TOUGH DECISIONS. Most people think this odd couple is up to the task of redefining Pepsi, mainly because they've both proven they can make tough decisions. Nooyi pushed Pepsi to bid for Seagram Co.'s Tropicana juice business despite initial skepticism from a team of executives and negotiators exhausted from the just-completed restaurant spin-off. Soon after joining Pizza Hut in 1984, Reinemund decided the chain had to break into the fast-growing delivery business pioneered by Domino's Pizza. His staff thought it undignified to deliver pies. So he hired new senior execs. Within two years of its 1985 launch, Pizza Hut had the No. 1 delivery business in the country.
Driven is one way to describe Reinemund. "Some may say he burns people out," says Alan Feldman, former head of U.S. restaurant operations at Pizza Hut and now president of McDonald's USA. "But I worked for him for eight years and am the better for it." Nonetheless, Reinemund heard the complaints. Since moving from Dallas to New York as COO in 1999, he has learned to communicate more effectively. "Before, if people asked what his top three skills are, managing people wouldn't have been there," says Enrico. "Now, I'm sure people would say that right away."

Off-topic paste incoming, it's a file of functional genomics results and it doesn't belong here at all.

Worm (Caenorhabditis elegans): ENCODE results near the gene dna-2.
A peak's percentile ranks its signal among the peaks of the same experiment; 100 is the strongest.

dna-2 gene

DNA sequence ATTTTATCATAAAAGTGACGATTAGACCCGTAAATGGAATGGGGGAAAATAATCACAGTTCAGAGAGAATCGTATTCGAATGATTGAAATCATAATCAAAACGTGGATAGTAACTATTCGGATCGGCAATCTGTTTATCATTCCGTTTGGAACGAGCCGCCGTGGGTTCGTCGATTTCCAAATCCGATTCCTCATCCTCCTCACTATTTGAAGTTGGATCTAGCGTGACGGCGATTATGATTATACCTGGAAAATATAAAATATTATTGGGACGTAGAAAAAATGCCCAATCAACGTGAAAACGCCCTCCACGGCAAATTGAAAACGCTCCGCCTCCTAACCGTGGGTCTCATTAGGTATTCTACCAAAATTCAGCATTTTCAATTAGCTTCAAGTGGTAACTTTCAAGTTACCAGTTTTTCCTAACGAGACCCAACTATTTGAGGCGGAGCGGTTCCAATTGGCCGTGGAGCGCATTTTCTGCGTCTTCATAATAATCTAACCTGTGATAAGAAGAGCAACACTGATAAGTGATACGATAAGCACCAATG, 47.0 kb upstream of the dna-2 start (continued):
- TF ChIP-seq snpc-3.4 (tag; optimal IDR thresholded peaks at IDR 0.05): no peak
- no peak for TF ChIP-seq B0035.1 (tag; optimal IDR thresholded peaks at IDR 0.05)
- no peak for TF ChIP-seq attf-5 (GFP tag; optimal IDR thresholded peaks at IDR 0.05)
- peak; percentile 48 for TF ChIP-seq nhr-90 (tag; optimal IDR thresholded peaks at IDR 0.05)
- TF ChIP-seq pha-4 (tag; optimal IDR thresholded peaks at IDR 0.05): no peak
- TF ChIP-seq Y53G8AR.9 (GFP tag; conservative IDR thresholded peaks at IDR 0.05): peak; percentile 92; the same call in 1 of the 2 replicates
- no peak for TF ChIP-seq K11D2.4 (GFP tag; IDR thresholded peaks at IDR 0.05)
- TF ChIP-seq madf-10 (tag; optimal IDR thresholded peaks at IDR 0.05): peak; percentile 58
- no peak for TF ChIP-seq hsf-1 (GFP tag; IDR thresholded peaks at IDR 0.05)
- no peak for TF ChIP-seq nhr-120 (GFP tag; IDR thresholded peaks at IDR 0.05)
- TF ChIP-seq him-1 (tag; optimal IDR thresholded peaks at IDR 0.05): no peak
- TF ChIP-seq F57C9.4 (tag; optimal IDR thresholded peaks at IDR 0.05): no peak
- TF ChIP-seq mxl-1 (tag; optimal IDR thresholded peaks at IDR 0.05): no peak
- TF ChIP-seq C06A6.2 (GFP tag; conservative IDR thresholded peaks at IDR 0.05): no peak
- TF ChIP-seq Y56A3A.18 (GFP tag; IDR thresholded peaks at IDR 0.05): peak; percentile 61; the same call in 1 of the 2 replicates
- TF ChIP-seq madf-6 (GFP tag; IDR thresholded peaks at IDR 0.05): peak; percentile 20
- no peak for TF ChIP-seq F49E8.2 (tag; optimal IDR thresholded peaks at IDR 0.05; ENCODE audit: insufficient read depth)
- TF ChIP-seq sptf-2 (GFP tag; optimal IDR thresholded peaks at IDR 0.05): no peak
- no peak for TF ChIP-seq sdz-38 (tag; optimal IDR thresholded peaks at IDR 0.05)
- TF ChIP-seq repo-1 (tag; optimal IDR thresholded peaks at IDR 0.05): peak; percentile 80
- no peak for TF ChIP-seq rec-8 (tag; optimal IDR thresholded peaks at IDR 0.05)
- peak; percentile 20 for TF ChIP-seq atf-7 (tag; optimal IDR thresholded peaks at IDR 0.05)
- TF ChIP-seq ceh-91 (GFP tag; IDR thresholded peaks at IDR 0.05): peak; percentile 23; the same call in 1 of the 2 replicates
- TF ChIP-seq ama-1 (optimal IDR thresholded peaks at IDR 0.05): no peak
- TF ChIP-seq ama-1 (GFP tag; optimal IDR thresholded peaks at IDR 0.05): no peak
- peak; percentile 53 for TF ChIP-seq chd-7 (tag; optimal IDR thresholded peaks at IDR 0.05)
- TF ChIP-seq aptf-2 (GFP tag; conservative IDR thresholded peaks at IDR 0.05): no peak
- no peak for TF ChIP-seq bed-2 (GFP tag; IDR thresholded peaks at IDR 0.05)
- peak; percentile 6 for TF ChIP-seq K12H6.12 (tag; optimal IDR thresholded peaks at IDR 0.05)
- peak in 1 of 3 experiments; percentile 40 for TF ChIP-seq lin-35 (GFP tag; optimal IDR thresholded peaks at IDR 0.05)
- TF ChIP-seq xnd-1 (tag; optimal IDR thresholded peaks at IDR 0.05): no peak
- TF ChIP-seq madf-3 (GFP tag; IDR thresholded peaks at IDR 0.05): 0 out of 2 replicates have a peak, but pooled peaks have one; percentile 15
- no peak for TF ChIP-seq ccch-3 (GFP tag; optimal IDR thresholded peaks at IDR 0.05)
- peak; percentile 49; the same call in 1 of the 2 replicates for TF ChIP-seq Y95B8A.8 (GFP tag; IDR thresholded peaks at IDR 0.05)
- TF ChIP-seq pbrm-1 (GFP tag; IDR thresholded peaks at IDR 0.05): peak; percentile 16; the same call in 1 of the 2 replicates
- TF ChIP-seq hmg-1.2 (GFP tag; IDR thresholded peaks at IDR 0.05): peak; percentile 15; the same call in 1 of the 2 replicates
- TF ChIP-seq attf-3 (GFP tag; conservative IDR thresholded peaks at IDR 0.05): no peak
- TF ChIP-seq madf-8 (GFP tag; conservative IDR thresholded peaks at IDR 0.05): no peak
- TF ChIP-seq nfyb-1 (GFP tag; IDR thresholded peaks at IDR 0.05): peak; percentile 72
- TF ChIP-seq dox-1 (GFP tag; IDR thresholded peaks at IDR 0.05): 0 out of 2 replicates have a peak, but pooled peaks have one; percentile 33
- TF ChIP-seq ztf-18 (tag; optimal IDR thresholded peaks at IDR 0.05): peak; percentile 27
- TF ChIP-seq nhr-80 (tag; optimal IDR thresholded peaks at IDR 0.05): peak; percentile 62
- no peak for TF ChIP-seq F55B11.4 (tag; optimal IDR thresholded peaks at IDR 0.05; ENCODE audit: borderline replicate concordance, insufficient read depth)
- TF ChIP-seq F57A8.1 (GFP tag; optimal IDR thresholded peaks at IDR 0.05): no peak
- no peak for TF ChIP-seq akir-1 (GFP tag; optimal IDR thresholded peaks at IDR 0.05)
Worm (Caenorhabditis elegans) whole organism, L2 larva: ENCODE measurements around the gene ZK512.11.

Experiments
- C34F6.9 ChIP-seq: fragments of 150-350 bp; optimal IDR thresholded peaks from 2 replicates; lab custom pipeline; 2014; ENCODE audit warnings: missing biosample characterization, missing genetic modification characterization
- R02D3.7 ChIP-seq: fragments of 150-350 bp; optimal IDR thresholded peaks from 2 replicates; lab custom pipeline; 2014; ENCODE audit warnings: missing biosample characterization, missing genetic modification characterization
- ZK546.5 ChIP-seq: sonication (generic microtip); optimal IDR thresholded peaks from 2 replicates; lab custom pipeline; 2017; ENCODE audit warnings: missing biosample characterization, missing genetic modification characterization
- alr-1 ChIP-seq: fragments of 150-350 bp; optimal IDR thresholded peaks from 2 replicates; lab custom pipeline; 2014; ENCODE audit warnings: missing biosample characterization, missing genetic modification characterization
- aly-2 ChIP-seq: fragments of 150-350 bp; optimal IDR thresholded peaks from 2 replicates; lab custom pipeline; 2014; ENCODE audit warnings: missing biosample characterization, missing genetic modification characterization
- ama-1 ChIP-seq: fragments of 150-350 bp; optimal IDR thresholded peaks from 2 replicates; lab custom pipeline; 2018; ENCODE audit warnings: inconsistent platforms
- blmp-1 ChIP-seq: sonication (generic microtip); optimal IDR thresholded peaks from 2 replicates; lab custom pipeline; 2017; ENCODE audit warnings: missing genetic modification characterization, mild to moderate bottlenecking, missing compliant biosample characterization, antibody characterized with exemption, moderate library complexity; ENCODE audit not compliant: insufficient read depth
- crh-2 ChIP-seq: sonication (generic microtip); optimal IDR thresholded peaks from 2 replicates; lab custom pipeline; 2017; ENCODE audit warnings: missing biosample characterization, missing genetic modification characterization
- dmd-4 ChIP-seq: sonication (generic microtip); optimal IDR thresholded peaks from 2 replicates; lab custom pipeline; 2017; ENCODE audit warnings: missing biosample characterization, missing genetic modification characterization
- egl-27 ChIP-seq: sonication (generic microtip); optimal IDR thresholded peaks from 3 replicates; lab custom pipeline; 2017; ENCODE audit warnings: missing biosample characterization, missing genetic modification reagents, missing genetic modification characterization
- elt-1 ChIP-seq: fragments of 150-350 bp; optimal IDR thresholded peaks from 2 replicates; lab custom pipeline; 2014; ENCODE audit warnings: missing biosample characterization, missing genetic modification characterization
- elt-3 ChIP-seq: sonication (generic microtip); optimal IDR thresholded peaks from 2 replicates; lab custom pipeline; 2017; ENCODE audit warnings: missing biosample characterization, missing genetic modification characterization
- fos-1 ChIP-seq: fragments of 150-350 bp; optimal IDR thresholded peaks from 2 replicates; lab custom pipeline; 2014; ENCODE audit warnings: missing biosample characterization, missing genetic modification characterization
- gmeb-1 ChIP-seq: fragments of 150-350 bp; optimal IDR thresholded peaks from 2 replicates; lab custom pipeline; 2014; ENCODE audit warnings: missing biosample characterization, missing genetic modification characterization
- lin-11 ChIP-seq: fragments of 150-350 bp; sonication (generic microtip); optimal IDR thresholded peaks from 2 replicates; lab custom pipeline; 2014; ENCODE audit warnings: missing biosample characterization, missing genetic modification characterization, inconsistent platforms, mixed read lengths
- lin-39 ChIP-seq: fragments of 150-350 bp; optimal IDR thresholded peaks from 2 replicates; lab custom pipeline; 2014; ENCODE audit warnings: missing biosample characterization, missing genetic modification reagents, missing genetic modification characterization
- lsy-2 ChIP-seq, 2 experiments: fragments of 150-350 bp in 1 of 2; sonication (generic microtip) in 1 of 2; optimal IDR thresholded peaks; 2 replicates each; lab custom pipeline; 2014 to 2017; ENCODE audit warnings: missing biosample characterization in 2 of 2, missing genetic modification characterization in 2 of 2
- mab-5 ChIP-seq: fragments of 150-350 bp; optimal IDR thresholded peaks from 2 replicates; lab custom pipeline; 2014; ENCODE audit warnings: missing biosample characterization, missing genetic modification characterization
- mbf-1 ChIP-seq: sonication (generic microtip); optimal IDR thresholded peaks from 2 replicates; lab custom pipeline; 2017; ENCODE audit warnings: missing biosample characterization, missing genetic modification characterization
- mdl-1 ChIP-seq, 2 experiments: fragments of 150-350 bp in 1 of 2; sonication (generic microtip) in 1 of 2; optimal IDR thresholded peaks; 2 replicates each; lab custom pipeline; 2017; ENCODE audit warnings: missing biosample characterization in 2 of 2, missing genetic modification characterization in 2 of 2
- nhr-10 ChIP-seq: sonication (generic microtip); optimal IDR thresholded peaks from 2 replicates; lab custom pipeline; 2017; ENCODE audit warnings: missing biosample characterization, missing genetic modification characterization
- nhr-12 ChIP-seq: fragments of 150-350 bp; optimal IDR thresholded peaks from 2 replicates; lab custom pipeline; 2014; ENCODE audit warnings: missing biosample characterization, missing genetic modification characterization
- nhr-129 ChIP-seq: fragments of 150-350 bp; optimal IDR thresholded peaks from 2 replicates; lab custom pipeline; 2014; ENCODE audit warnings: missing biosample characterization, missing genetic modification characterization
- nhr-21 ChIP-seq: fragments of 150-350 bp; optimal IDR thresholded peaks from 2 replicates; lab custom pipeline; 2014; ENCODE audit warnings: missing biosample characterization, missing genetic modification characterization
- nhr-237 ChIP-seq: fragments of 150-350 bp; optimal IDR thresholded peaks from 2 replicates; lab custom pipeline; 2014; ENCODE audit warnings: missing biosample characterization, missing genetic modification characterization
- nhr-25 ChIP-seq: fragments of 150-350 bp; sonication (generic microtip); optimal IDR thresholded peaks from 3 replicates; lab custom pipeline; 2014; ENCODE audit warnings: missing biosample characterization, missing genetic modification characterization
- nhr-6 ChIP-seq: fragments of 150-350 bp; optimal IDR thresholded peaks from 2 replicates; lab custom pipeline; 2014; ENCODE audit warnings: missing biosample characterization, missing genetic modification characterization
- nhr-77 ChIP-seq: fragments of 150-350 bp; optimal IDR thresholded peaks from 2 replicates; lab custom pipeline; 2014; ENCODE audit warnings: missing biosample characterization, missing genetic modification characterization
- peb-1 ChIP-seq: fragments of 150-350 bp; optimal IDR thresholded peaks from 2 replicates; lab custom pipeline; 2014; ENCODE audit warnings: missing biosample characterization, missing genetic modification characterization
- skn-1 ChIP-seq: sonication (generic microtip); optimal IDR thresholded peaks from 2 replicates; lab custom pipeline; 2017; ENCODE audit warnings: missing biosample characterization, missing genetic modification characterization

Part of what connects Reinemund and Nooyi are their attempts to integrate their family and working lives. Nooyi's younger daughter, Tara, sometimes draws pictures in the executive conference room, and more than once her mother has found her chatting in Enrico's office. Reinemund has been bringing his children on business trips since his eldest, now 20, was 18 months old. "I'm not sure the balancing is particularly successful," remarks Reinemund. "I think it's more like the pendulum of a clock, constantly correcting." Come spring, the pendulum is going to be swinging even faster for both of them.